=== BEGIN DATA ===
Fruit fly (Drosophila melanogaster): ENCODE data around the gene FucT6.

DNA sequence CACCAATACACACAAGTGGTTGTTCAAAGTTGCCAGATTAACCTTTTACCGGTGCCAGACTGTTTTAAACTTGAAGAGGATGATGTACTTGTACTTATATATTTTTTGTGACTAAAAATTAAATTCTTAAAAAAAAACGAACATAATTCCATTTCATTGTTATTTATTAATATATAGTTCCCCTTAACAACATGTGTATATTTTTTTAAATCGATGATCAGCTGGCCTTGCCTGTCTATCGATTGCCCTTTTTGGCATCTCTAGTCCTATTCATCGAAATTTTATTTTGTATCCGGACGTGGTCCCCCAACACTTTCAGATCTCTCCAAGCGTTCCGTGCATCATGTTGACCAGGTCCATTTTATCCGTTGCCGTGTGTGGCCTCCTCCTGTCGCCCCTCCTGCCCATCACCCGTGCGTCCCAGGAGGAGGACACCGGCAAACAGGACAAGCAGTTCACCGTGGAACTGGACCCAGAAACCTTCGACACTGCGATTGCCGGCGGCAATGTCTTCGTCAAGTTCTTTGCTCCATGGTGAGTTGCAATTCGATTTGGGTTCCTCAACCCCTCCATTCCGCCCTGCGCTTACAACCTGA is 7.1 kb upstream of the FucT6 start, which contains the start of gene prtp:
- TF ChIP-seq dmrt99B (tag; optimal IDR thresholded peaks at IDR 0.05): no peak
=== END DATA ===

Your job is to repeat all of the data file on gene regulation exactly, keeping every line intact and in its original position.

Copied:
Fruit fly (Drosophila melanogaster): ENCODE data around the gene FucT6.

DNA sequence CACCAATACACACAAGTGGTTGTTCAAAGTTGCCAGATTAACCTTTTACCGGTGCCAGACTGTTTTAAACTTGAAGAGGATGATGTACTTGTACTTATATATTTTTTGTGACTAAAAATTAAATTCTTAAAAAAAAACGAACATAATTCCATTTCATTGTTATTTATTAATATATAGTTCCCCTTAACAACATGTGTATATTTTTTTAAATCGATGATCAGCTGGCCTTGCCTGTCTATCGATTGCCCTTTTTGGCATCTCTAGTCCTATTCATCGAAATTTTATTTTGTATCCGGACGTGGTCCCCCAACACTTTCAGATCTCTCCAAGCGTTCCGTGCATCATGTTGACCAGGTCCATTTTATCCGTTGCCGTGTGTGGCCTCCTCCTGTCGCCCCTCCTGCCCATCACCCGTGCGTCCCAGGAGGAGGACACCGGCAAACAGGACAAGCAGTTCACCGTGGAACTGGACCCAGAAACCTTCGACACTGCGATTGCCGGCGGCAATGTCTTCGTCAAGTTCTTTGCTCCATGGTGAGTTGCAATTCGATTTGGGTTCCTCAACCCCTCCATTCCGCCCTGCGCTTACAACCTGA is 7.1 kb upstream of the FucT6 start, which contains the start of gene prtp:
- TF ChIP-seq dmrt99B (tag; optimal IDR thresholded peaks at IDR 0.05): no peak